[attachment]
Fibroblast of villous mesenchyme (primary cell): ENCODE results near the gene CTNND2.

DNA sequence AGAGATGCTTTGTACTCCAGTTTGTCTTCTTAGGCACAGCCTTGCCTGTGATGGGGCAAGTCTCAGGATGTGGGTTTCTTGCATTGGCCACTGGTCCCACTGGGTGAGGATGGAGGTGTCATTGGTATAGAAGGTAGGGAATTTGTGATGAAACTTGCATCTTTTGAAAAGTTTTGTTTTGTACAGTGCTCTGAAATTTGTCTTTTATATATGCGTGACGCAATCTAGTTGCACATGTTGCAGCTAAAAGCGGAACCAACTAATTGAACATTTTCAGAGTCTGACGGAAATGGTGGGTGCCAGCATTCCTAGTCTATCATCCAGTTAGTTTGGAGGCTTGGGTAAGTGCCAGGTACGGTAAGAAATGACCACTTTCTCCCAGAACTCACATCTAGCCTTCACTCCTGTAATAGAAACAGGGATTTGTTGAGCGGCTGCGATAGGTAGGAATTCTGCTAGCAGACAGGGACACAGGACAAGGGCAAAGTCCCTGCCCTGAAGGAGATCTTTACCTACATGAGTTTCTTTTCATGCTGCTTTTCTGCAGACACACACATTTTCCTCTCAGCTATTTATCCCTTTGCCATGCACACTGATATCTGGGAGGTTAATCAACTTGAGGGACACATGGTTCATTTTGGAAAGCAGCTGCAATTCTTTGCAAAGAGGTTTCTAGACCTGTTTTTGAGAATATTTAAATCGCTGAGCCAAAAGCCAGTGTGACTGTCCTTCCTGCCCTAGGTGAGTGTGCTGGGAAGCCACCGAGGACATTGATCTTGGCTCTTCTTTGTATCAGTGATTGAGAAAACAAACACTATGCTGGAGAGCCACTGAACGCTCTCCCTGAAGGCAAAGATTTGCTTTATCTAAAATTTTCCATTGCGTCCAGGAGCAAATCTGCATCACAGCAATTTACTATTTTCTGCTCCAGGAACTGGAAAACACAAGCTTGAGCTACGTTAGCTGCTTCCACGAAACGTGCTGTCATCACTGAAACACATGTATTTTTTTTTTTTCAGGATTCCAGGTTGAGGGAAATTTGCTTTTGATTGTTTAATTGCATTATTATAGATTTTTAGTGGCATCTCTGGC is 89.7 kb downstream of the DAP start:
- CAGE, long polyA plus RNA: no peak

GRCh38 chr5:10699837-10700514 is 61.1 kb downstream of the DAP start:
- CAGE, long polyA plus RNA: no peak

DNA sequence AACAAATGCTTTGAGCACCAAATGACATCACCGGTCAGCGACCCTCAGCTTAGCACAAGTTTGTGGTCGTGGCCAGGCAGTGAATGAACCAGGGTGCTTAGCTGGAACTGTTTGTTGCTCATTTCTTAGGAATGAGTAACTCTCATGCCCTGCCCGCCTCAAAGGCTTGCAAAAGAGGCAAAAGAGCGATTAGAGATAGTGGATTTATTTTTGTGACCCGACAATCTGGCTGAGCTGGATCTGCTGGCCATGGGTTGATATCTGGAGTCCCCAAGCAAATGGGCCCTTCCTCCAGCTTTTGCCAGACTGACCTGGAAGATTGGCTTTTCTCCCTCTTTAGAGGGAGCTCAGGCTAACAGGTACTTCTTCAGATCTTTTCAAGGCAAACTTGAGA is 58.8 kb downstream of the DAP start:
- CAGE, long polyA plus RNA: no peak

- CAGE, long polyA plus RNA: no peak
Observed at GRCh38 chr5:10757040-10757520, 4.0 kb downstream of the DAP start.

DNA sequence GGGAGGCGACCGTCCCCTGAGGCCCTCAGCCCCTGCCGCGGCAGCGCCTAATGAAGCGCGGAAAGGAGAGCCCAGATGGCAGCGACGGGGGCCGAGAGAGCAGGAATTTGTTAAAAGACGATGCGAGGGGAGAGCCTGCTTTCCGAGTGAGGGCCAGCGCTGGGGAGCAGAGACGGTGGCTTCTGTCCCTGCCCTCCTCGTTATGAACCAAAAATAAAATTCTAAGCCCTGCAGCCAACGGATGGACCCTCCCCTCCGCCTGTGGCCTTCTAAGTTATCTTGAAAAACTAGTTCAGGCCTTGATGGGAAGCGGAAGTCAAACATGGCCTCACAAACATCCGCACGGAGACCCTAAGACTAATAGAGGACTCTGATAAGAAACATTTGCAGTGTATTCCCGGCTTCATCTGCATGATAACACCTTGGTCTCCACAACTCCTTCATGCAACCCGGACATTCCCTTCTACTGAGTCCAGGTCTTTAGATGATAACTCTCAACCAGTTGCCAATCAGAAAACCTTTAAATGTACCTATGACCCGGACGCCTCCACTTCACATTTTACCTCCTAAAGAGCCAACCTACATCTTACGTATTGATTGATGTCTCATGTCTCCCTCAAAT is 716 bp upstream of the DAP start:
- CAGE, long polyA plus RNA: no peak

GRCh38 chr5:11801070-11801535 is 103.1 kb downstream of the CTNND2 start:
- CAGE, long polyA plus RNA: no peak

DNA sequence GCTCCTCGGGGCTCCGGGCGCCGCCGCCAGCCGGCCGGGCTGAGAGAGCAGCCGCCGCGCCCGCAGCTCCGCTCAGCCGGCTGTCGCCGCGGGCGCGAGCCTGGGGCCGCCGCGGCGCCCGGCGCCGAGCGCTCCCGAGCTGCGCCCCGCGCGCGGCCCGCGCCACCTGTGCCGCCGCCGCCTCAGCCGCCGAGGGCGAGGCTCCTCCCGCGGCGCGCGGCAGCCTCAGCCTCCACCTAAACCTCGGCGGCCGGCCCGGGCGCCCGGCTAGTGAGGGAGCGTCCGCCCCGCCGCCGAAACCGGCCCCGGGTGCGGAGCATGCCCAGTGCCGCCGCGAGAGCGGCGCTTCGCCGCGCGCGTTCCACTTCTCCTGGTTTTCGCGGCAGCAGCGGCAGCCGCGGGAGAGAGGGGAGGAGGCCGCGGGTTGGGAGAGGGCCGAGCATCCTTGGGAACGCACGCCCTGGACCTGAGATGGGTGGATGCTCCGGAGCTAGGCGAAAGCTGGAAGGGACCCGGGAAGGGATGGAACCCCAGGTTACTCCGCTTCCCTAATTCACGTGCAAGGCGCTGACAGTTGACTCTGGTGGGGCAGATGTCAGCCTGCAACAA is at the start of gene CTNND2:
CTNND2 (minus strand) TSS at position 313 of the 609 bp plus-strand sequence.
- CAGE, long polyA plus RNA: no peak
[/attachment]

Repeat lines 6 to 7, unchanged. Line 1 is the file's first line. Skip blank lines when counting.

DNA sequence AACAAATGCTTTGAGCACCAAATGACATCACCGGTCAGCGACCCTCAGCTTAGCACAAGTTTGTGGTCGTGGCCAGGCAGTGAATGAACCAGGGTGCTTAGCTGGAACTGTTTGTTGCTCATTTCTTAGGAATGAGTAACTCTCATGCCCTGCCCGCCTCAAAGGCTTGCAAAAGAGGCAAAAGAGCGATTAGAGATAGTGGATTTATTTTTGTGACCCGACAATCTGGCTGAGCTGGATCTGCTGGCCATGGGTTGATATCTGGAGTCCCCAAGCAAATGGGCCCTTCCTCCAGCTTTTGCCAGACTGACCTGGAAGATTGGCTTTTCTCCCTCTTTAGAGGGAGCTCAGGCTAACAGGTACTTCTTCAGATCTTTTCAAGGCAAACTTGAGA is 58.8 kb downstream of the DAP start:
- CAGE, long polyA plus RNA: no peak